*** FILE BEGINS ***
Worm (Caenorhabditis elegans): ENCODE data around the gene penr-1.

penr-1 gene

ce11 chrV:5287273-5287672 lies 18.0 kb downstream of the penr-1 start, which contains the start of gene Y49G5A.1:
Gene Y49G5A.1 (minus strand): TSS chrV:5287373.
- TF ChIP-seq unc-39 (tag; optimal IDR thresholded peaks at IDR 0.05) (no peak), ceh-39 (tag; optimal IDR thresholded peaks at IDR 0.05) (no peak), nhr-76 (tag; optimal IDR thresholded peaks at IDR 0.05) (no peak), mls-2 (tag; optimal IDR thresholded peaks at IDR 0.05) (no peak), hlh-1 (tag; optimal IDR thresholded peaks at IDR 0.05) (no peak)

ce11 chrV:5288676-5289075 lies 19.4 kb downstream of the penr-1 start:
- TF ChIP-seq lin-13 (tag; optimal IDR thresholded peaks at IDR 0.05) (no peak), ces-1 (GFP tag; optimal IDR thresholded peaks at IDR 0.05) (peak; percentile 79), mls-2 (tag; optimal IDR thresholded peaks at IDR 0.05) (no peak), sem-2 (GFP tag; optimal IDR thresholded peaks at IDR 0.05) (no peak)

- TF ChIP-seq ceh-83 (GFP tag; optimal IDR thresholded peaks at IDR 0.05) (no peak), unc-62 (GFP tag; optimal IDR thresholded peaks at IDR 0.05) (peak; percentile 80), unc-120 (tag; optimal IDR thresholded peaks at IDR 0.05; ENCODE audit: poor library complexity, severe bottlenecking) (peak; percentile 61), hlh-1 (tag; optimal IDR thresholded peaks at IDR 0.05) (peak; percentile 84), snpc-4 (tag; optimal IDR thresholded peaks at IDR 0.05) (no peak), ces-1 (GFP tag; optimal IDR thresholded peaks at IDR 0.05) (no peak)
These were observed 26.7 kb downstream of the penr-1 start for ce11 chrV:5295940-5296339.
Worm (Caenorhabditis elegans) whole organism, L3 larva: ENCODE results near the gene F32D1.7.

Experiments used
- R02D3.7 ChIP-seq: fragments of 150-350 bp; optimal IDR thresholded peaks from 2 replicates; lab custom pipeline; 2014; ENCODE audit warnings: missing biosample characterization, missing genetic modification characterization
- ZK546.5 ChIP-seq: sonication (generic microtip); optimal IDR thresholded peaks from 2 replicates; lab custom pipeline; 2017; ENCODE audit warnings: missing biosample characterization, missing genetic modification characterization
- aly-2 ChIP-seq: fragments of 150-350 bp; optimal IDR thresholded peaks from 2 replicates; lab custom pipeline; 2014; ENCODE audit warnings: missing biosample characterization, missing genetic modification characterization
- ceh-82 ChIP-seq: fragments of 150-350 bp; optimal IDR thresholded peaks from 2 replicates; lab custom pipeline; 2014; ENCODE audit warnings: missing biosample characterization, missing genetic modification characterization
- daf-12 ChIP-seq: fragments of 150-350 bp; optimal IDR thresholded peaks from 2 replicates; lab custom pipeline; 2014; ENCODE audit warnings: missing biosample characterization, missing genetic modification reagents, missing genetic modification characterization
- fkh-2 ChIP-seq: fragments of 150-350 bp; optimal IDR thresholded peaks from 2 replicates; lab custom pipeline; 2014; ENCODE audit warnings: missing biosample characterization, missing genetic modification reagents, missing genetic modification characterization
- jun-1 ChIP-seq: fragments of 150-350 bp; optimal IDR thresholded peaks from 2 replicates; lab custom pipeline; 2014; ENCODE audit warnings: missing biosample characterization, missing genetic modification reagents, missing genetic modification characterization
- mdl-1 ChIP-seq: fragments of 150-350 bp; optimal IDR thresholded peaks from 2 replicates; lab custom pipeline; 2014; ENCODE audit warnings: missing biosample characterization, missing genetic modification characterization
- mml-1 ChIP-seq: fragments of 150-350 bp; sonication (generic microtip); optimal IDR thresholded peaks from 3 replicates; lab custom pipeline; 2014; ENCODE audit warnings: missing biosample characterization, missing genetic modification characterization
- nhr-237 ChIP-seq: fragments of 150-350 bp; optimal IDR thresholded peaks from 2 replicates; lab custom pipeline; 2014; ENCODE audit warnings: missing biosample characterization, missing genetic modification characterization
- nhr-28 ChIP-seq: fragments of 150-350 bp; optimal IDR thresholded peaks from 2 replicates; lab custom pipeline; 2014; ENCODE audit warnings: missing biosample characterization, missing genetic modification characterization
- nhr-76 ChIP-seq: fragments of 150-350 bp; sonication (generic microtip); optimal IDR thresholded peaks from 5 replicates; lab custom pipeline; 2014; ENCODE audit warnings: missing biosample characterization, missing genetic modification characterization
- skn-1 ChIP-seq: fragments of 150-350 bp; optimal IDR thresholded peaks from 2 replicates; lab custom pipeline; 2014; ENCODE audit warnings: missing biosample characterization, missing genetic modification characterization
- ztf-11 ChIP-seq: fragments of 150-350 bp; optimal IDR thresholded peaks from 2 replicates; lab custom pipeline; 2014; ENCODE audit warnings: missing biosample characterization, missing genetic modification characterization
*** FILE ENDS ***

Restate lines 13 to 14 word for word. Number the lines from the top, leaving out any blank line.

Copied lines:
- ZK546.5 ChIP-seq: sonication (generic microtip); optimal IDR thresholded peaks from 2 replicates; lab custom pipeline; 2017; ENCODE audit warnings: missing biosample characterization, missing genetic modification characterization
- aly-2 ChIP-seq: fragments of 150-350 bp; optimal IDR thresholded peaks from 2 replicates; lab custom pipeline; 2014; ENCODE audit warnings: missing biosample characterization, missing genetic modification characterization